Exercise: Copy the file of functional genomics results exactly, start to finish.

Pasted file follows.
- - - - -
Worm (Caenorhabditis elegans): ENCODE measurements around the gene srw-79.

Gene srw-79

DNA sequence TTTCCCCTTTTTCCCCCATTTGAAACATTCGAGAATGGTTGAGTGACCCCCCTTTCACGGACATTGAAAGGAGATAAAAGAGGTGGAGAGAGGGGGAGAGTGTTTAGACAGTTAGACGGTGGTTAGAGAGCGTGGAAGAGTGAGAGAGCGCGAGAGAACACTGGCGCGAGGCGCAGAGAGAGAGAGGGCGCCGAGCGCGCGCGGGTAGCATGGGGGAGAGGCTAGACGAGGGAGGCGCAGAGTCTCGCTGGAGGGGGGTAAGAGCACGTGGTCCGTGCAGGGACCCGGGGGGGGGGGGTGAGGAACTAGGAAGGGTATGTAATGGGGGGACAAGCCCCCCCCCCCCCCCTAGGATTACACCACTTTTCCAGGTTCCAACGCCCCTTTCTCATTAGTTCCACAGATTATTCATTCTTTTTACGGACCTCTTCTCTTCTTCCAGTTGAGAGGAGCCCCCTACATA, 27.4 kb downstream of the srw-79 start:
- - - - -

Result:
Worm (Caenorhabditis elegans): ENCODE measurements around the gene srw-79.

Gene srw-79

DNA sequence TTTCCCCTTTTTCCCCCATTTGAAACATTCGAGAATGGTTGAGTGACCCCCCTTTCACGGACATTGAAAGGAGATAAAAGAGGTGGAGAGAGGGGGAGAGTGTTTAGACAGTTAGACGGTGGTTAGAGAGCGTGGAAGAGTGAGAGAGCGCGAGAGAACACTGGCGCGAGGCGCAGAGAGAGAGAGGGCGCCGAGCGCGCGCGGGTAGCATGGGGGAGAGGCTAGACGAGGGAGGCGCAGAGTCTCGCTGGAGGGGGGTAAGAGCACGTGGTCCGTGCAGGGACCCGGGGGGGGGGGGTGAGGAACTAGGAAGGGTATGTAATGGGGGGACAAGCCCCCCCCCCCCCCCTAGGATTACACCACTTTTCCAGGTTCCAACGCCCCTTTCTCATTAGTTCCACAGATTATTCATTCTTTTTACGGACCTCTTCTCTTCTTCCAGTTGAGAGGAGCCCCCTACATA, 27.4 kb downstream of the srw-79 start: